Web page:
The TTC had attempted to remove the language from the agreement prohibiting the allocation of shipping services. It also wanted permission to introduce a part-time worker and eliminate the requirement to pay a 25 per cent per hour bonus to workers who work on Sundays. However, Kaplan rejected these proposals and wrote in his decision that such a “drastic change” in the terms of the contract was not demonstrated. While Grimaldi said the union was satisfied with the award, he said that arbitration “does not replace the Charter`s fundamental right to free collective bargaining, which was denied to ATU Local 113 by the lifting of the right to strike by previous governments.” On several key issues, Arbitrator William Kaplan`s October 23 decision sided with amalgamated Transit Union Local 113, which represents approximately 11,000 TTC transit operators, fare collectors and maintenance workers. The award ends a seven-month stalemate between the two parties – the old collective agreement expired on March 31. A provincial arbitrator awarded the TTC`s largest union a new three-year contract in a decision that prevented the transit agency from removing job security protection from the collective agreement. With the new collective agreement now in place, ATU Local is asking the new Toronto 113 City Council and TTC to join us in countering the provincial government`s threat to split the TTC by taking its subway and putting it on the fast track of privatization, higher rates and reduced service for drivers. The dispute over a new contract ended this month with an interest arbitration process, after the union and the TTC failed to reach an agreement through collective bargaining and mediation. TORONTO, ONTARIO – (October 25, 2018) – The Negotiation Committee of the Amalgamated Transit Union (ATU) Local 113 has issued the following statement on contract negotiations with the Toronto Transit Commission (TTC): “Toronto`s hard-working public transportation workers welcome the new collective agreement that recognizes our crucial role in the communities we serve through fair wages and services. From the outset of the trial, ATU Local 113 came to the table in good faith to negotiate an agreement and, despite the TTC`s efforts to shorten, shorten and suspend the talks, the arbitrator agreed that the contract should be concluded for years and should not be based on draconian and unfair concessions. The Arbitrator also rejected the TTC`s assertion that the City of Toronto workers were an appropriate man of comparison with our 11,000 skilled transit workers and agreed that comparisons with Metrolinx, Mississauga MiWay and Brampton Transit were more appropriate.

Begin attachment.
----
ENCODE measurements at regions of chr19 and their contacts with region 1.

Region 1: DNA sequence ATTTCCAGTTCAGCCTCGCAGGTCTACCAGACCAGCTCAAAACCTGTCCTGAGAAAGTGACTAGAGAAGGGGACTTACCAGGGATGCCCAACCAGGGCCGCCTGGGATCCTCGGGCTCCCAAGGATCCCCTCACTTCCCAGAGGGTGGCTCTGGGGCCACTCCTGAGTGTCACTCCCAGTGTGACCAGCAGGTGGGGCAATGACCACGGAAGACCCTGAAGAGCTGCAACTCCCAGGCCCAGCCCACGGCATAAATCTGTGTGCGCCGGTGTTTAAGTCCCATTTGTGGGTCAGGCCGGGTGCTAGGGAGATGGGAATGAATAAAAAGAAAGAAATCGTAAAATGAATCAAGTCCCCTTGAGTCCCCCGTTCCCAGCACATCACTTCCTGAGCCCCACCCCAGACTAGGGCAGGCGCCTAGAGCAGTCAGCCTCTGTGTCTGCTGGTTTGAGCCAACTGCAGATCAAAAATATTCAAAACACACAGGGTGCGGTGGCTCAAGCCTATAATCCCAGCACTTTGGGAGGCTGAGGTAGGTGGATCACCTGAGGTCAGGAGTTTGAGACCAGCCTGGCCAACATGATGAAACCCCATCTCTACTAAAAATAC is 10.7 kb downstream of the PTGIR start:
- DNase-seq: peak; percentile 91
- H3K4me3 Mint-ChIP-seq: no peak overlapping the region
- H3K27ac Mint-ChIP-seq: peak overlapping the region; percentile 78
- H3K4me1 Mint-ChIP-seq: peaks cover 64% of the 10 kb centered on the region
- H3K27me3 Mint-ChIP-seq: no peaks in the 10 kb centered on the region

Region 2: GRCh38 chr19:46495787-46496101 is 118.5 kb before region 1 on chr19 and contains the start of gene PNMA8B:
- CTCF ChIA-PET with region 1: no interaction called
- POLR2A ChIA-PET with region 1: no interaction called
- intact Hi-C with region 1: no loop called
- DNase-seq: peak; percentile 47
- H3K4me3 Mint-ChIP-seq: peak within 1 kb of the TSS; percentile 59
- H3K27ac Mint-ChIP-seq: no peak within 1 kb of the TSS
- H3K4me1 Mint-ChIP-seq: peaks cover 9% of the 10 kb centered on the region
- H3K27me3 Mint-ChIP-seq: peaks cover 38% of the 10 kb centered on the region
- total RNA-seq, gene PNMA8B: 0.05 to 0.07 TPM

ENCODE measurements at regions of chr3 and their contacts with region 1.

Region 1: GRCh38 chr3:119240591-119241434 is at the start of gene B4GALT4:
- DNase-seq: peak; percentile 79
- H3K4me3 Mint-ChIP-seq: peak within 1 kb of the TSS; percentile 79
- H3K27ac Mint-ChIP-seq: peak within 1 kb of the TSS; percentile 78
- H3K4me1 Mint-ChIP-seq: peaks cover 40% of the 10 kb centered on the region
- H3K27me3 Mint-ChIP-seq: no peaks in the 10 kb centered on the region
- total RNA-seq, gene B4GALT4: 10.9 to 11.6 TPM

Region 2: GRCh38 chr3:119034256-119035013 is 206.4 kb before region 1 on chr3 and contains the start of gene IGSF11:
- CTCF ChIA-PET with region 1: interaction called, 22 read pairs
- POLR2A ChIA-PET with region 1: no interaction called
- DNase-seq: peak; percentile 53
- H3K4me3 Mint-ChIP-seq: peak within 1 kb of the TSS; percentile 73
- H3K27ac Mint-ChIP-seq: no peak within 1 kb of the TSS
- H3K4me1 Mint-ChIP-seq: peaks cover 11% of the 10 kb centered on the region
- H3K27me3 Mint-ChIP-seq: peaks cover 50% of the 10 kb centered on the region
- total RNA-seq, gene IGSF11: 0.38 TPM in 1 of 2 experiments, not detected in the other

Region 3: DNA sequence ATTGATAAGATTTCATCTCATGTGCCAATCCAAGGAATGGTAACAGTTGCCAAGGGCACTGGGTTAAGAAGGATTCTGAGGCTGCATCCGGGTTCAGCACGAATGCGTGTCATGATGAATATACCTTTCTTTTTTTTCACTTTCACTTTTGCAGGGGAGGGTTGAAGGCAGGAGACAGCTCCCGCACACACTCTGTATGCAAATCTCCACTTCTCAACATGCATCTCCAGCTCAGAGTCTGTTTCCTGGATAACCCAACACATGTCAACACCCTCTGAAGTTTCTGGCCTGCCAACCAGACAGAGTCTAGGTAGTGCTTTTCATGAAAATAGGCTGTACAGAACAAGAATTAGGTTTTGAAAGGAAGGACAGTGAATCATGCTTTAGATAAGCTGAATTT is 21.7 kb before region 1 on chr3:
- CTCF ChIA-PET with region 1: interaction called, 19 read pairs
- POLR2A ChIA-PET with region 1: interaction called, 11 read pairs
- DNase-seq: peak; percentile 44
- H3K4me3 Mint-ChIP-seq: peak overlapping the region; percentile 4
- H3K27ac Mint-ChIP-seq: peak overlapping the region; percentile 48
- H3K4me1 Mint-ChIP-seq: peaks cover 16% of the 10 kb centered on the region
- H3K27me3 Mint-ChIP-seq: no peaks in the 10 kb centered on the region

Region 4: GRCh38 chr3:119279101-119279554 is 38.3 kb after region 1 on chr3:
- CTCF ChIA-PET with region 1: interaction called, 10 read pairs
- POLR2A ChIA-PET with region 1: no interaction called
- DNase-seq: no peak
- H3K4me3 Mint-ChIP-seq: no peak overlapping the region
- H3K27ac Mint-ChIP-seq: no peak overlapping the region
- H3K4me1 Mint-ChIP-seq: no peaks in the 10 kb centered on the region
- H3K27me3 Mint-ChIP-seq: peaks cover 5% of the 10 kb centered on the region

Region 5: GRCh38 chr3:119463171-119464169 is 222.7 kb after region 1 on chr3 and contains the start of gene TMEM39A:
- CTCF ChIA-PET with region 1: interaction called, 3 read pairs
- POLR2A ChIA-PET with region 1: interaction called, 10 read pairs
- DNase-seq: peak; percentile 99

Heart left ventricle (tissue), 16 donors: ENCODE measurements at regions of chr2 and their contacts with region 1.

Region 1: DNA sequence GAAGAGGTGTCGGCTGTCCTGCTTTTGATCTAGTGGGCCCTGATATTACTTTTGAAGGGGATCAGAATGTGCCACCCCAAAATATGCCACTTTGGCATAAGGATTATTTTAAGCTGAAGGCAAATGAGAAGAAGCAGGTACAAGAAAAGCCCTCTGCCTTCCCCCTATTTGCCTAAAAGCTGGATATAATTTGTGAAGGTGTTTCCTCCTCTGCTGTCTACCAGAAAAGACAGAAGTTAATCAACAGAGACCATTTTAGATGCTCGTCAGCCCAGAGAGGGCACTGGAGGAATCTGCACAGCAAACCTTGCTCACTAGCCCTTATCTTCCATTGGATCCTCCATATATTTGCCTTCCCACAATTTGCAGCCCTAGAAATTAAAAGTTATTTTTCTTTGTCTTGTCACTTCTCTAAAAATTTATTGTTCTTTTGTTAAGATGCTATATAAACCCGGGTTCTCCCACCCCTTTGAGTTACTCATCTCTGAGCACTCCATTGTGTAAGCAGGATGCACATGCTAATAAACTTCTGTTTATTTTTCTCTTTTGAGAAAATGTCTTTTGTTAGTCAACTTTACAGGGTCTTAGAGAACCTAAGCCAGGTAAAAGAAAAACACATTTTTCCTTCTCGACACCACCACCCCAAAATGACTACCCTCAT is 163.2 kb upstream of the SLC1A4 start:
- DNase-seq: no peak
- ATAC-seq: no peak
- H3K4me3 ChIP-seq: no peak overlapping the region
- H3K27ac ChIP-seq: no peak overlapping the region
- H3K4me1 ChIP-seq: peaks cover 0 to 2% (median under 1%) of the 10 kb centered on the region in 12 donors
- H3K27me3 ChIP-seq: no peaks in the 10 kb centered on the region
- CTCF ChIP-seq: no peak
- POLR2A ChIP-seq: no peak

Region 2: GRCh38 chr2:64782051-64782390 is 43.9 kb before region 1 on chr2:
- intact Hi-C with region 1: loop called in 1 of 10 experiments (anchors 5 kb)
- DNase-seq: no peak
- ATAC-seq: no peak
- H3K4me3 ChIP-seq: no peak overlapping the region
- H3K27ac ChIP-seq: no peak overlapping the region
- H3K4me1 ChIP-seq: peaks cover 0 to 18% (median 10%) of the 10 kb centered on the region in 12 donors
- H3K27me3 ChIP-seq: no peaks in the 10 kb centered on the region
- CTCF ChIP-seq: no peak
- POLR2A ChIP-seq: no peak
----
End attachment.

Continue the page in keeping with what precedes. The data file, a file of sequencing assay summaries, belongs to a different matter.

To be clear, whatever the outcome, the interest rate arbitration procedure does not replace the Charter`s fundamental right to free collective bargaining, which was denied to ATU Local 113 by the lifting of the right to strike by previous governments. “Toronto`s hard-working public transportation workers welcome the new collective agreement that recognizes our crucial role in the communities we serve through fair wages and benefits,” Frank Grimaldi, president of Local 113, said in a statement.